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Hans Hansson | September 26, 2011

There was an interesting article that hit the national news services about whether jobs are slowly becoming extinct. Technology has certainly changed the way we live as well as how we buy and how what we need. The possible closing of our postal service, book stores (Borders), video stores and most formal clothing stores are just a few examples of how technology has changed our needs and our way of life.

Another major reduction in jobs has come from outsourcing. When outsourcing expanded, the common reason to outsource was that for every dollar that left the country four dollars would return. Outsourcing certainly has provided us with access to cheaper goods and has helped in the expansion of retail stores, but this has come at the cost of higher paying jobs and the destruction of entire communities that lived off of one plant that provided jobs for a town or region.

Take for example Rochester, New York. Rochester is home to Kodak – the premier provider of film for cameras. Instead of becoming a leader in digital photo technology, Kodak let other firms grab that market share allowing Kodak to fade into non-existence. The impact to Rochester has been devastating, as the employment has dwindled. In order to survive Rochester will have to come up with a new Kodak or reinvent its market and find ways to create jobs.

President Obama's plan and most of the other plans presented do nothing to address the bigger picture of how technology will continue to lose jobs. Extending unemployment benefits may be the right thing to do but that does not create jobs. Extending tax credits to small business may be a good thing but small business still need to have a product or service that is needed in today's world. Finally, expanding public work projects is certainly a necessity but these projects require long term planning and have a short-term time line of life. Once a public works project is done the job is eliminated. The bigger picture is that the government cannot afford to add more debt for a short-term boost in employment that will take years to approve and set in motion.

Now is the time to visit an entirely different approach to our job problem. At the turn of the century the average workweek was six days; Sunday was God's day of rest. We did not have a set amount of vacation and sick days available to workers. Today, the United States is at the top of major industrialized nations in terms of days worked per year by worker. Only Japan works more days per year than the United States.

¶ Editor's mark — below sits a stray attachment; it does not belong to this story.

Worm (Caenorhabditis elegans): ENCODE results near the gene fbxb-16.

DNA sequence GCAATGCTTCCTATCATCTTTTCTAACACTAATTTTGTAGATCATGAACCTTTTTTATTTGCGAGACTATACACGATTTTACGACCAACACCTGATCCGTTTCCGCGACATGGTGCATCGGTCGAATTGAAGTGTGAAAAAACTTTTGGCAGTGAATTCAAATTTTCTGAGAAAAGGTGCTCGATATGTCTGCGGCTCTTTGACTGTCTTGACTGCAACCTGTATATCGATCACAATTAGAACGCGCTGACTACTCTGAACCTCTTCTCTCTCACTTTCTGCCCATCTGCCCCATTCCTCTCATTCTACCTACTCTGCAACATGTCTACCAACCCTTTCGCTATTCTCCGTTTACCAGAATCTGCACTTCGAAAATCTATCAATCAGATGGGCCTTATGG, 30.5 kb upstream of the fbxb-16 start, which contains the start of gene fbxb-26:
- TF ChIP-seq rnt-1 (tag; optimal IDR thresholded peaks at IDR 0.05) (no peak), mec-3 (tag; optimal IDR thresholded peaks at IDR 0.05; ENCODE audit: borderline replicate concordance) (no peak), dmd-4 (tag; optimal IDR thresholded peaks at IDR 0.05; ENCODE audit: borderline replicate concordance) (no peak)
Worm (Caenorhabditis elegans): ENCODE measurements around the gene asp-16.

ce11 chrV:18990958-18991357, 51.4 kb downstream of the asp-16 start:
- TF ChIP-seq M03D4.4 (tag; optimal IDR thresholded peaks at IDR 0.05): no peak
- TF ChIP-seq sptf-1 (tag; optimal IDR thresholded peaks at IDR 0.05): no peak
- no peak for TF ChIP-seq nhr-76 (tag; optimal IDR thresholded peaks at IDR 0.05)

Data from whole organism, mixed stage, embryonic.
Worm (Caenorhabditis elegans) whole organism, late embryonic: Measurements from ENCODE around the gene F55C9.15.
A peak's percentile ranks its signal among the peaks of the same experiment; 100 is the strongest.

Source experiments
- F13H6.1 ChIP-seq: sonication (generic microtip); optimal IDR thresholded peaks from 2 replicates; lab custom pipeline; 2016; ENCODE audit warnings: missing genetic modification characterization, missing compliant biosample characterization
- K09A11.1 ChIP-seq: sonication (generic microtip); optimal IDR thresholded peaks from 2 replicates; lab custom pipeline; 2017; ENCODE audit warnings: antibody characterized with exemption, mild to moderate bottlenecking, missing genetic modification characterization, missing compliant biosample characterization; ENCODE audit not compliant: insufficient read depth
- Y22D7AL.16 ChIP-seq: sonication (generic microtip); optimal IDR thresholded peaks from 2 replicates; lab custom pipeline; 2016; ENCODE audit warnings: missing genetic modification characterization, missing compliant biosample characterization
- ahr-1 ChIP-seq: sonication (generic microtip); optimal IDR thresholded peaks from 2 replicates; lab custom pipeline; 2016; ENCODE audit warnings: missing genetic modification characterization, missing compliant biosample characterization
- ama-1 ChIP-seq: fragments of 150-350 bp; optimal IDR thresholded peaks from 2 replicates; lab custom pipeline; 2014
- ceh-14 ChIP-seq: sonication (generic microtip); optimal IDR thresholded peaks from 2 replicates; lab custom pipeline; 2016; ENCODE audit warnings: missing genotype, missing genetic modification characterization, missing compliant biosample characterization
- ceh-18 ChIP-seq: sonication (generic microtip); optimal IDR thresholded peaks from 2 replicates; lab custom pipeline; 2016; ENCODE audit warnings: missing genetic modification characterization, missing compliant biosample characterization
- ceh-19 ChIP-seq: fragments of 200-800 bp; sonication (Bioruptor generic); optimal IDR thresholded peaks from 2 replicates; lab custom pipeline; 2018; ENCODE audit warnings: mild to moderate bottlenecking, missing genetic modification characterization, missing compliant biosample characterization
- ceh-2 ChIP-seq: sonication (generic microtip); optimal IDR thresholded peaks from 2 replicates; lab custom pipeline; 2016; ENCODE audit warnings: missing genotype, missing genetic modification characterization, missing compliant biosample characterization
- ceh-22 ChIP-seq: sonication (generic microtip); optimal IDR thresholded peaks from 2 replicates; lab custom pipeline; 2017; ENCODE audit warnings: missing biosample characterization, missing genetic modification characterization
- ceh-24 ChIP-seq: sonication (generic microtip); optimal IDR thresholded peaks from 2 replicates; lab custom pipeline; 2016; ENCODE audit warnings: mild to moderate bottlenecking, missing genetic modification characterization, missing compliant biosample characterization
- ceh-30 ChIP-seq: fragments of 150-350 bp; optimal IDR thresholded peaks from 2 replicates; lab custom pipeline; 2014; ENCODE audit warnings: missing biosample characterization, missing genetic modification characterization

With unemployment at just under 10% plus another 5-10% of our population considered not working but unemployable, that is almost a 20% unemployment rate. In addition we have a significant percentage of workers that are working part-time and while considered as being employed, fall into the poverty line. We are also keeping kids in school longer, thus, postponing students from entering the work force. The prospect of our college graduates getting a job that matches their education is dismal at best.

We need to look at a bold new way to solve our current and future job development problem that will create real growth and renewed prosperity. Now is the time to reduce our workweek to a level that will require us to hire an equal amount of employees to reduce our unemployment while creating opportunity for all to get well-paid jobs that can support each of our citizens and their families.

My idea is simple – pay five days of pay for four days of work. This would mean hiring 20% more employees to make up for the additional day off per week. Funds for this would come from seriously reducing unemployment benefits and welfare programs while also increasing income levels of these new employees, which would create more sales tax revenue and income taxes. The government would redirect these savings back to employers to give them the necessary income to pay for the extra day off.

This plan would do many things to improve our lives. First off, the extra day off would enhance leisure activities. Restaurants, hotels and most retailers would benefit from having more customers come in during their extra day off. Families would benefit because Mom and Dad would have one more day to spend with their kids while also earning a higher income so that the stress of living on the edge would be greatly reduced.

Technology is available to make our lives more efficient while offering the ability to do more. Reducing our workweek and increasing the opportunity to create more jobs can become another benefit of supporting technology instead of letting technology ruin our lives by killing jobs.
Posted 7 years, 11 months ago on September 26, 2011
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